Detection of a synthetic group difference applied to the left ventricular surfaces of control subjects. The synthetic group of surfaces is generated by applying a geometric deformation (a known mathematical function) to a selected “bump” **...**

Finally, there may be rare pathological cases in which the patches in the critical graph may not correspond anatomically across different subjects, but we did not see any such examples in tests on large numbers of subjects. As the three horns on each side of the lateral ventricles are quite elongated, we found that in practice the patch boundaries always generated a cross on the surface (see Figure 6) in which the temporal and occipital horns met at a point, and the frontal horn wrapped around them in such a way that two points in the frontal horns parameter space met at the same 3D point. So long as the three tips of the ventricular horns can be isolated, such a decomposition is enforced, because the corners of the patches in parameter space contain right angles, so they still do when mapped into 3D via an angle-preserving (conformal) map.

We also assessed the sensitivity of the algorithm to simulated differences, by introducing spatially varying deformations of into the left ventricular surfaces of the control group. For each left ventricular surface, we selected a rectangular area in the parameter space of the frontal horn, as shown in Figure 8(a). We slightly adjusted each surface point’s geometry coordinates by the following equation,

where *r* and *k* are tunable parameters that allowed us to vary the geometric deformation. Using surface registration, we introduced this geometric deformation to all the surfaces in the control group, to generate a new group of surfaces, matched to the original ones. We applied our multivariate tensor-based morphometry method to assess the geometric differences between these two groups. Using this scheme, abnormalities are deliberately created and mathematically defined, and the nature and context of the deformations can be systematically varied to determine the conditions that affect detection sensitivity.

Figure 8 illustrates the results of the experiments on these synthetic datasets. (a) illustrates the selected rectangle (labeled in yellow) on a specific left ventricular surface. We conducted 3 sets of experiments with different parameters: *r* = 0.005, *k* = 1 (Figure 8(b)), *r* = 0.005, *k* = 7 (Figure 8(c)) and *r* = 0.01, *k* = 7 (Figure 8(d)). Although the imposed deformations were relatively small scale geometric perturbations involving only one coordinate, our algorithm still successfully picked up the areas that were significantly different by construction. For the frontal horn regions that involved the simulated deformation, the overall (corrected) significance of the group difference maps were *p* = 0.1642, 0.0248 and 0.0004, respectively, for the deformations of increasing severity.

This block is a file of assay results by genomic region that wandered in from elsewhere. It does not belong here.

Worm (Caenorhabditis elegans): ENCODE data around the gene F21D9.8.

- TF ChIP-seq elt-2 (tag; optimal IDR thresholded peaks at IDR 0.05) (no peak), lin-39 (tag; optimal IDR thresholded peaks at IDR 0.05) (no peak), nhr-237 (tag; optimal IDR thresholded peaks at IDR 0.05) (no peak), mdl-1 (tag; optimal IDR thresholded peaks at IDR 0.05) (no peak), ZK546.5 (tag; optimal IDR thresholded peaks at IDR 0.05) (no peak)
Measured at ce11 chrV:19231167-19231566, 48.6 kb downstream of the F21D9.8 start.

These results illustrate the graded response of the multivariate tensor-based morphometry algorithm, in assessing deformations of spatially varying magnitude across the ventricular surfaces. This also demonstrates the effectiveness of our algorithm for picking up subtle morphometric deformations across surfaces.

In our experiment, an important step is the automatic partitioning of a complex 3D surface, i.e., we cut open a ventricular surface at its three extreme points. This turns the surface into a genus 0 surface with 2 open boundaries that is topologically equivalent to the surface in Figure 2(c). Obviously, the original ventricular surface is a genus 0 surface. Theoretically it is topologically equivalent to a sphere. However, the concave shape, complex branching topology and extreme narrowness of the inferior and posterior horns make it extremely difficult to compute a meaningful regular mapping from a ventricular surface to a sphere (Friedel et al., 2005)^{3}.

Figure 9 compares our conformal parameterization results with spherical parameterization results from a robust genus-zero surface parameterization approach. Both of them are visualized by the texture mapping of a checker board. Our parameterization results are much more regular and uniform than the spherical parameterization results. The use of differential forms and cohomology theory helps to generate stable and accurate surface meshes, and a registration mapping that provides computed correspondences among different lateral ventricular surfaces.